Changes to Hospital and SNF Payment Systems Considered by MedPAC

At its meeting on December 12th and 13th, the Medicare Payment Advisory Commission (MedPAC) discussed  draft recommendations that would increase hospital inpatient and outpatient payments by 3.2 percent.  The draft recommendations, however, would make dramatic cuts to payments to long-term care hospitals (LTCH) and reduce payments for 66 services provided at hospital outpatient departments.  The net result would be an increase in payments of $500 million dollars in 2015.  MedPAC recommended no increase in payments to skilled nursing facilities (SNFs) in 2015 and discussed a draft recommendation that would reduce payments by 4 percent in 2016. By law, each year MedPAC is required to assess the adequacy of hospital payments and recommend payment updates for hospital inpatient and outpatient services as well as for long-term care facilities.

Hospital Payments

The 3.2 percent increase in payments for services provided under the inpatient prospective payment system (IPPS) that MedPAC is recommending would result in an additional $2.5 billion in payments during the 2015 rate year. However, the recommended $2.0 billion reductions in payments under the LTCH and outpatient prospective payment systems (OPPS) would result in a net increase in spending on hospital services of $500 million.

Equalization of Payments for Outpatient Services

MedPAC’s draft proposal would reduce the payment for 66 services under the OPPS to the  level of payment that would be made to a physician’s office for the same services.   MedPAC hopes this payment adjustment would slow or stop the shift of services from free-standing practices to more expensive outpatient departments.   MedPAC estimates that this shift from outpatient departments to free-standing practices would reduce a hospital’s  revenue by  0.6 percent.  In addition the shift would result in beneficiaries paying $1.1 billion less in copayments and deductibles.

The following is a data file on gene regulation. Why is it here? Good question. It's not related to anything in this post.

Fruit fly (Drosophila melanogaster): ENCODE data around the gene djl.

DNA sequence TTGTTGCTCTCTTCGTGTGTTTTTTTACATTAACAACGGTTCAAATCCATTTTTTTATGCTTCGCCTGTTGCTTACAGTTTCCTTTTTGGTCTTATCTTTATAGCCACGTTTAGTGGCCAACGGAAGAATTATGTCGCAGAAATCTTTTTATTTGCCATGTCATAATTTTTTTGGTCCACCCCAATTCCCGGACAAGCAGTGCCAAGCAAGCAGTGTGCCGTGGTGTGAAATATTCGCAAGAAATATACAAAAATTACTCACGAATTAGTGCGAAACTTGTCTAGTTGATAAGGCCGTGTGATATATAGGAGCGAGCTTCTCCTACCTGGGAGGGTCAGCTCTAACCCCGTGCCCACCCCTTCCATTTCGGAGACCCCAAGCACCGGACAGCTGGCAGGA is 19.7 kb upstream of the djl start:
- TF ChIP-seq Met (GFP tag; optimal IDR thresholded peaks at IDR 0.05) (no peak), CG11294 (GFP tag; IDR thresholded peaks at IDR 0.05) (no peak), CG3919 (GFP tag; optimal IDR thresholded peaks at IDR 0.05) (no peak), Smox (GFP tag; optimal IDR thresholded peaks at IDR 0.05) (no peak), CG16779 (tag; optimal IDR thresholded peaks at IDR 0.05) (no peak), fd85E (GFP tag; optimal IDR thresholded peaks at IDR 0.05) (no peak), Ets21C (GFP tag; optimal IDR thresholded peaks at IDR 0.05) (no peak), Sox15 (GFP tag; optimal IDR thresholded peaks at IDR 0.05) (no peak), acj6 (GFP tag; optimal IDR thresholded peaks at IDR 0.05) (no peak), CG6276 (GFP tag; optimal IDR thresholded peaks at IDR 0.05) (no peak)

LTCH Payment Rates

  Payment rates for patients in LTCHs who are not chronically, critically ill (CCI) would be the same as for patients in IPPS.  CCI patients would be defined as patients who had a stay of eight days or more in an intensive care unit  immediately preceding an IPPS or LTCH stay. MedPAC estimates that this change will decrease spending on LTCHs by roughly $2 billion.  The money saved by this reduction would  be used for additional outlier payments for CCI patients in IPPS hospitals.  Joanna Hiatt Kim, vice-president of payment policy for the American Hospital Association  (AHA) said, “we are deeply disturbed by the Commission’s draft recommendation to cut payments to 64 percent of the LTCH cases.”  This recommendation is being made as an alternative to ending the LTCH prospective payment system altogether, which was an option considered but never adopted.


MedPAC is recommending no increase in payments to SNFs for 2015 and a reduction of 4 percent in 2016. The recommendation was made because the operating margins,  or profits,  for SNFs are estimated to be 12 percent in 2014 and have been above 10 percent each year since 2000. MedPAC made the same recommendation in 2012.

Earlier in 2013, the Office of Inspector General  (OIG) reported that Medicare paid $5.1 billion for SNF stays that failed to meet the quality of care requirements. In 37 percent of the SNF stays, the facilities failed to develop plans of care that met requirements or failed to provide care that was consistent with a patient’s plan of care.  In 31 percent of stays, the SNFs failed to meet discharge planning requirements.  These figures are based on the OIG’s review of Part A SNF stays from calendar year 2009. The combination of high margins and questions about the quality of care have led to questions about SNF payment levels.

MedPAC will make its final recommendations when it formally adopts its report to Congress at a later meeting.